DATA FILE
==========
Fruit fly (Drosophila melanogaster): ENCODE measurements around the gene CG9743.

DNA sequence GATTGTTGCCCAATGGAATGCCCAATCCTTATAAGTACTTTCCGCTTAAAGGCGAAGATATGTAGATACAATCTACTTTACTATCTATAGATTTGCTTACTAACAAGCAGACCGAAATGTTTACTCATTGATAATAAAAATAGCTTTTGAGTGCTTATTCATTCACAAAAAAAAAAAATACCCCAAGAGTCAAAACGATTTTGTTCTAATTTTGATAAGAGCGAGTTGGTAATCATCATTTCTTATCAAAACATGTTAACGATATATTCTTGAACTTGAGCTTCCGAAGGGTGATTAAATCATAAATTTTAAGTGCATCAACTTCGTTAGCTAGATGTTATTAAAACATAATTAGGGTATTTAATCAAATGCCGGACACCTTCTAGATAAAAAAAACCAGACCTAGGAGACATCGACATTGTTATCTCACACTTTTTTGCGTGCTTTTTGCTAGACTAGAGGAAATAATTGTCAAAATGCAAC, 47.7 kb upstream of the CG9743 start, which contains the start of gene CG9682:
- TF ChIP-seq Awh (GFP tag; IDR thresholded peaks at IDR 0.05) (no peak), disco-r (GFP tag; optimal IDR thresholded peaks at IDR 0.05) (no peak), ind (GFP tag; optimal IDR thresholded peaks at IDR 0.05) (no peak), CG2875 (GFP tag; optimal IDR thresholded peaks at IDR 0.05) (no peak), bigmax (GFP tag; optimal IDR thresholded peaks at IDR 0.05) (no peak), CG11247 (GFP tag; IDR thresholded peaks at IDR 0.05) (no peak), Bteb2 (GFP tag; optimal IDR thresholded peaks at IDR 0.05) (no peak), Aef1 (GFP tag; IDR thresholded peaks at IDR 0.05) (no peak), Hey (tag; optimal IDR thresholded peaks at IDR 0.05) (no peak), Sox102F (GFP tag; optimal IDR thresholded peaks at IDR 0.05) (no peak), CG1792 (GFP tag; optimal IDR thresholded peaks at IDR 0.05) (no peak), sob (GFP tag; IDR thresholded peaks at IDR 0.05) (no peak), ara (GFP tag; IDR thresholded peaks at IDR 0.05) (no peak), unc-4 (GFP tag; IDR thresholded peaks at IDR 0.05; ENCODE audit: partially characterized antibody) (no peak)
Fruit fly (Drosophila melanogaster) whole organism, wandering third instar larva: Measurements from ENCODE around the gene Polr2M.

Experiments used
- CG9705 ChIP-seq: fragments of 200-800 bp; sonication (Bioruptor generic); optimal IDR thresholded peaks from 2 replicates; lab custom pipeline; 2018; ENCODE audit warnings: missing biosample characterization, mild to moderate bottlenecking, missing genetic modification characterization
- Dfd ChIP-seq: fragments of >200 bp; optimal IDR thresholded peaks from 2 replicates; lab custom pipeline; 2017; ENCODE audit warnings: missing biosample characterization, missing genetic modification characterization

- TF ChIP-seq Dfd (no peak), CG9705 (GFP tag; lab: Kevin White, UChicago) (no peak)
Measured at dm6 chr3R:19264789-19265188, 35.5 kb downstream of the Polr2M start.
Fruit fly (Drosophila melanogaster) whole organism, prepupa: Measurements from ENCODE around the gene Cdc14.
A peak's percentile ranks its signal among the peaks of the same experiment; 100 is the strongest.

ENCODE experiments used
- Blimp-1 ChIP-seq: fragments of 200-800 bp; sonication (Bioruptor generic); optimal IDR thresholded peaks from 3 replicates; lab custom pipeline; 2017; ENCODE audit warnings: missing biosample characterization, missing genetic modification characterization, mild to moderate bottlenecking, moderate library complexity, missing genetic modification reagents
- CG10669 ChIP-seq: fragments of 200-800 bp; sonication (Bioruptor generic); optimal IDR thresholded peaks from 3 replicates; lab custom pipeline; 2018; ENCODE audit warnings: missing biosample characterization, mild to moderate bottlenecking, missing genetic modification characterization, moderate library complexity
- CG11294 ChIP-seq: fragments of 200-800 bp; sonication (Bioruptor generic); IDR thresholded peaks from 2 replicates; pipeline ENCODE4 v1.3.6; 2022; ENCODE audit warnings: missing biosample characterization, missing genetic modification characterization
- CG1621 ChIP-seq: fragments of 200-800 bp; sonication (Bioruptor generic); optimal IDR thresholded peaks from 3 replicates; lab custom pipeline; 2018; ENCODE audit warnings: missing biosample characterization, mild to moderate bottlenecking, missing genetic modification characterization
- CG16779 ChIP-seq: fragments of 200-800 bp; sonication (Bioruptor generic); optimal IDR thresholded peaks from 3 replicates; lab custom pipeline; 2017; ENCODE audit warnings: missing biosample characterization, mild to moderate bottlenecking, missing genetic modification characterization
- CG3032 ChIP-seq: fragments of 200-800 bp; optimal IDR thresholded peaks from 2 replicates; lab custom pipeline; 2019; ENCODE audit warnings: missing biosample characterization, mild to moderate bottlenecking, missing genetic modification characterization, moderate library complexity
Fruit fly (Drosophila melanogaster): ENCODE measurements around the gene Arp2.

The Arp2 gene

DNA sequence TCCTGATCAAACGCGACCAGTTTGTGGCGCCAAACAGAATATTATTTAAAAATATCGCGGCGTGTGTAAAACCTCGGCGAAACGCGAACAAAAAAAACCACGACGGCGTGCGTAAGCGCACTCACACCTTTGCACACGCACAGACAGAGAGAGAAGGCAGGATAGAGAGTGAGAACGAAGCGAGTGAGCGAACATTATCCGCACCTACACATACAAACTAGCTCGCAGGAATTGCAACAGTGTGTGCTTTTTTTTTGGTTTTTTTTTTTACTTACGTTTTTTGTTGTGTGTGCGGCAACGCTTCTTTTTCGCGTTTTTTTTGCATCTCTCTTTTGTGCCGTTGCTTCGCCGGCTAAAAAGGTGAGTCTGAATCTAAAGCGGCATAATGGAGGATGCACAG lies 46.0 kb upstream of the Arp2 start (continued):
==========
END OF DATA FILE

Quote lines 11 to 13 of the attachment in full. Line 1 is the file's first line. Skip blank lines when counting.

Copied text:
A peak's percentile ranks its signal among the peaks of the same experiment; 100 is the strongest.

ENCODE experiments used
- Blimp-1 ChIP-seq: fragments of 200-800 bp; sonication (Bioruptor generic); optimal IDR thresholded peaks from 3 replicates; lab custom pipeline; 2017; ENCODE audit warnings: missing biosample characterization, missing genetic modification characterization, mild to moderate bottlenecking, moderate library complexity, missing genetic modification reagents